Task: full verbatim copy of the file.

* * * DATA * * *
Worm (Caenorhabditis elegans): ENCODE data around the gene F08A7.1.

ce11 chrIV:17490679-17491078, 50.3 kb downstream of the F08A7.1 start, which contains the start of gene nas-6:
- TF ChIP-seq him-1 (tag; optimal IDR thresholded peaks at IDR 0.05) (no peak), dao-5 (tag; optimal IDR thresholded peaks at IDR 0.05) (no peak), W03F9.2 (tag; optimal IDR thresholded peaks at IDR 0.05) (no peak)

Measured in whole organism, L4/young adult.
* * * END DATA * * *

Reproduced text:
Worm (Caenorhabditis elegans): ENCODE data around the gene F08A7.1.

ce11 chrIV:17490679-17491078, 50.3 kb downstream of the F08A7.1 start, which contains the start of gene nas-6:
- TF ChIP-seq him-1 (tag; optimal IDR thresholded peaks at IDR 0.05) (no peak), dao-5 (tag; optimal IDR thresholded peaks at IDR 0.05) (no peak), W03F9.2 (tag; optimal IDR thresholded peaks at IDR 0.05) (no peak)

Measured in whole organism, L4/young adult.